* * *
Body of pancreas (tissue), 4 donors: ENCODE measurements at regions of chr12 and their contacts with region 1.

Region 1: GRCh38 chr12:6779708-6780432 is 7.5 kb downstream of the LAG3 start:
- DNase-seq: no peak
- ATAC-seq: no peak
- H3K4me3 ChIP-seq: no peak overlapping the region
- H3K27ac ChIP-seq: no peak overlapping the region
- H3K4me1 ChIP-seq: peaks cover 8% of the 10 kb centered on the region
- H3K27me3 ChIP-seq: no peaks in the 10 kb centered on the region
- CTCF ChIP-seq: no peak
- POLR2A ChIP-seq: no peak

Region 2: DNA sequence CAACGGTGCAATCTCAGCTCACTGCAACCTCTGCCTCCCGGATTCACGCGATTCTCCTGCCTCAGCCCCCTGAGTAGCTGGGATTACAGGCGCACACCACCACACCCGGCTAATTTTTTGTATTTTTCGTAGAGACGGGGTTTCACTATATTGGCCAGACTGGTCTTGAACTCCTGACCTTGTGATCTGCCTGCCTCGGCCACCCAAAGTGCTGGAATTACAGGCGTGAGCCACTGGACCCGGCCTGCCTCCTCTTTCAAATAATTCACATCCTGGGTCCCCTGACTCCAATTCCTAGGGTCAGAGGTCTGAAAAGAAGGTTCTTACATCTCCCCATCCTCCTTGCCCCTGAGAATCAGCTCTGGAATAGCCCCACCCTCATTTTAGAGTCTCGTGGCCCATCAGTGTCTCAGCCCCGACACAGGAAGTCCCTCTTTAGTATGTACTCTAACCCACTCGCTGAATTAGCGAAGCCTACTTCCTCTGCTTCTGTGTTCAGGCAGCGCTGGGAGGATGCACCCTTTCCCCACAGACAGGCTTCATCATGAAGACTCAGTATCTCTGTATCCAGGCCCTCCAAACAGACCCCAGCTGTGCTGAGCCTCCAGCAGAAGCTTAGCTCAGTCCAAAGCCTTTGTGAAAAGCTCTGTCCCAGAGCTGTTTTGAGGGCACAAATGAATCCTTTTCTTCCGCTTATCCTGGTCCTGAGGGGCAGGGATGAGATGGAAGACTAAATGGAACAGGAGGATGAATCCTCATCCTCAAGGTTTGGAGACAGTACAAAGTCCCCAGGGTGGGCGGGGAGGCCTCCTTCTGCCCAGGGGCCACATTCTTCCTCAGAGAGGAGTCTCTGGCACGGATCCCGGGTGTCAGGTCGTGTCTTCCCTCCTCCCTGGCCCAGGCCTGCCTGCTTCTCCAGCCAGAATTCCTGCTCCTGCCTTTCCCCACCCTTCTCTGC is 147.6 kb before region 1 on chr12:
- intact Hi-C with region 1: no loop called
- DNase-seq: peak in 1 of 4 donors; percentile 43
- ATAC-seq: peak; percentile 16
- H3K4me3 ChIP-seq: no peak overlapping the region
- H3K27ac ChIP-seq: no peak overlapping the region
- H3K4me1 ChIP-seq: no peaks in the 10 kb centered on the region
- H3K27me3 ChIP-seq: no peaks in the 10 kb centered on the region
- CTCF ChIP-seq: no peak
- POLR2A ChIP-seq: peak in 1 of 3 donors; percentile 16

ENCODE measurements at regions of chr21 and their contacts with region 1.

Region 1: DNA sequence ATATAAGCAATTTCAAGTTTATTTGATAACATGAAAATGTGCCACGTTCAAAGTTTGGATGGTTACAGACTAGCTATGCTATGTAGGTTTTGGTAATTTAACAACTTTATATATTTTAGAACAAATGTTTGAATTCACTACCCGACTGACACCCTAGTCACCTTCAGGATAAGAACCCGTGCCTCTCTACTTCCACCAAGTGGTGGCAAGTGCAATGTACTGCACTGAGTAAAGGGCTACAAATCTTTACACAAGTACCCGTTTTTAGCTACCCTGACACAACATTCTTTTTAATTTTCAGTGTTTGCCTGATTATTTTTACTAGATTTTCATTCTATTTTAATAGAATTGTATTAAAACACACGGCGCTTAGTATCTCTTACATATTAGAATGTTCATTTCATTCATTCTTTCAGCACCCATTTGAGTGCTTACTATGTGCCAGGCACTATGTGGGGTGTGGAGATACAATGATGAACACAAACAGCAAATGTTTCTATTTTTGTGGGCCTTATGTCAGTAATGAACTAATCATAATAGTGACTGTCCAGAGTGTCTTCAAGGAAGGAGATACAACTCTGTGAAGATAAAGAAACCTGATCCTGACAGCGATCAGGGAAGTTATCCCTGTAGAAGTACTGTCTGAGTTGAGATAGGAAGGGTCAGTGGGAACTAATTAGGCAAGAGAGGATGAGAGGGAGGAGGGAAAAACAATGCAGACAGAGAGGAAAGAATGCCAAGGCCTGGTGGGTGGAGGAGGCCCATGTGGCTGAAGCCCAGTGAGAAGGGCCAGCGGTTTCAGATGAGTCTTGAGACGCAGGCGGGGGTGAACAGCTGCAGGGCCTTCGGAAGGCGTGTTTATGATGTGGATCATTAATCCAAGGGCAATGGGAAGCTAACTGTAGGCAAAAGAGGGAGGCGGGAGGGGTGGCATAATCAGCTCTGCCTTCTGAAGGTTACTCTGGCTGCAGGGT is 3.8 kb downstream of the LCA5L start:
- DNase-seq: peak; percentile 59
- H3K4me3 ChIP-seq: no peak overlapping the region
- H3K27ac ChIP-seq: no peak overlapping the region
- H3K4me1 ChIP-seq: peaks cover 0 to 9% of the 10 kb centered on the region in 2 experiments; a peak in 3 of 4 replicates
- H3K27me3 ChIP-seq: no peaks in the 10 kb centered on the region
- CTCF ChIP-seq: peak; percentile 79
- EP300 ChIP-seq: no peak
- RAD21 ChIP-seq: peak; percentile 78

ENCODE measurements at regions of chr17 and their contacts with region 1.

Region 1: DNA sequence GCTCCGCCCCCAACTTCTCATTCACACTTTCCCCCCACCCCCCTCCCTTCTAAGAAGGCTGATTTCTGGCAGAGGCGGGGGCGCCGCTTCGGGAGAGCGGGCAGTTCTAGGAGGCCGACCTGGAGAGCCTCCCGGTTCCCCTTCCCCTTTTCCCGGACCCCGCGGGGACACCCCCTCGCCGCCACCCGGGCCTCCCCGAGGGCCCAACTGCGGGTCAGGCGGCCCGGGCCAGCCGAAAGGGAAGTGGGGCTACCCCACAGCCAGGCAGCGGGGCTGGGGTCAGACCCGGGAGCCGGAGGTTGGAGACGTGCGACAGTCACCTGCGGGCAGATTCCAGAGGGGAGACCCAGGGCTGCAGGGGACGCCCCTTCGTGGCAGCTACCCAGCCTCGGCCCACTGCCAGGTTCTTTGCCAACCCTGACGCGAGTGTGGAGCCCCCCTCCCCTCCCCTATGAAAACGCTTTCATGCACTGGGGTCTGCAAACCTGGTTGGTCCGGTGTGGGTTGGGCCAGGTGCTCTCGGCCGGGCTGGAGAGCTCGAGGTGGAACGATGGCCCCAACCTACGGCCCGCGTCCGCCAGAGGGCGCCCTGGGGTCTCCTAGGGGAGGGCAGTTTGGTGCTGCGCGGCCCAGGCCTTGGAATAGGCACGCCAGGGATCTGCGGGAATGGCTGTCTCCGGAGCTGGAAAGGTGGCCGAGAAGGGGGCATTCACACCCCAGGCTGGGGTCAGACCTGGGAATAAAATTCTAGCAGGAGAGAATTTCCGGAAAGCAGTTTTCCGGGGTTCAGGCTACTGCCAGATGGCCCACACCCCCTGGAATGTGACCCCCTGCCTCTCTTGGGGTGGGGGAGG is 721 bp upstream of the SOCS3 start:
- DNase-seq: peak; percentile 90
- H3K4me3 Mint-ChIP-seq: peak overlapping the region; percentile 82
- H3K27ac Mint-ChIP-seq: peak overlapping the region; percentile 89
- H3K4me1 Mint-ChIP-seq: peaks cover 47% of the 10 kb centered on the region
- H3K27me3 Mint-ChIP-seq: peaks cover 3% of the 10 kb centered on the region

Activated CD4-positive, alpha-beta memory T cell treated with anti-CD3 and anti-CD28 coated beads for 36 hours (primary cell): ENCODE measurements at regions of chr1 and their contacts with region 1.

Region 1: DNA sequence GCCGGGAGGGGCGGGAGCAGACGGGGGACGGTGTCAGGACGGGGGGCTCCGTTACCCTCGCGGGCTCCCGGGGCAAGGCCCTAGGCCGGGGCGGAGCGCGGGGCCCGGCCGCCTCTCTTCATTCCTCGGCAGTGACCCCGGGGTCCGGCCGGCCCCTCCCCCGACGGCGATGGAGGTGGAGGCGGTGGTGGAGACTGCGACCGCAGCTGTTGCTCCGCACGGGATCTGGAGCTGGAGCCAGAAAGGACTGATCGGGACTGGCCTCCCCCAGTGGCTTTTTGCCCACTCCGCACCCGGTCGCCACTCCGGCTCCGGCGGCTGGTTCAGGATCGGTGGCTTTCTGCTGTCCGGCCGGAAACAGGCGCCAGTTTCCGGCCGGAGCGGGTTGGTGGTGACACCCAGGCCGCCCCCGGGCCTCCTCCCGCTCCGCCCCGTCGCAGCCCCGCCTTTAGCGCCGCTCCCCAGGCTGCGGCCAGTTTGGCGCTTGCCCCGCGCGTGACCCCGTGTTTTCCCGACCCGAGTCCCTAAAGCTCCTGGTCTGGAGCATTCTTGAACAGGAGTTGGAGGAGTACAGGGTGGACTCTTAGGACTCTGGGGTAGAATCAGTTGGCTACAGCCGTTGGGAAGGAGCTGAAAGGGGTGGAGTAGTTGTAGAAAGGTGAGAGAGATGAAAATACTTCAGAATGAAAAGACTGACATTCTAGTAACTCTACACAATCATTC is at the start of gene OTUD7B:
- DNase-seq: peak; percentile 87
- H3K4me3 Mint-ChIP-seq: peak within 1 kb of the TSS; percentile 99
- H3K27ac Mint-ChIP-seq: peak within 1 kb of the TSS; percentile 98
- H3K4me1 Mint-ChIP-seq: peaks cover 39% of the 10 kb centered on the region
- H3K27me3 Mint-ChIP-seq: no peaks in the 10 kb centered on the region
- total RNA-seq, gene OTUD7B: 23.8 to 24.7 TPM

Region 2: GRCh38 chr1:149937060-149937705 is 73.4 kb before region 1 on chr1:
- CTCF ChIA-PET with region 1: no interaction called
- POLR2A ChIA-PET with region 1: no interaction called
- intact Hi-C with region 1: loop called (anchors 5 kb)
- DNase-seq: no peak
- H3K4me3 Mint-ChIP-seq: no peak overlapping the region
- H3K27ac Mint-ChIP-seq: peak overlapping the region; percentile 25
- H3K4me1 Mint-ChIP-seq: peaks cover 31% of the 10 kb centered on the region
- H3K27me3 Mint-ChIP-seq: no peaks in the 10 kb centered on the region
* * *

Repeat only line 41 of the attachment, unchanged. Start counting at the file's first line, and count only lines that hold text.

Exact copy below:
- H3K4me3 Mint-ChIP-seq: peak within 1 kb of the TSS; percentile 99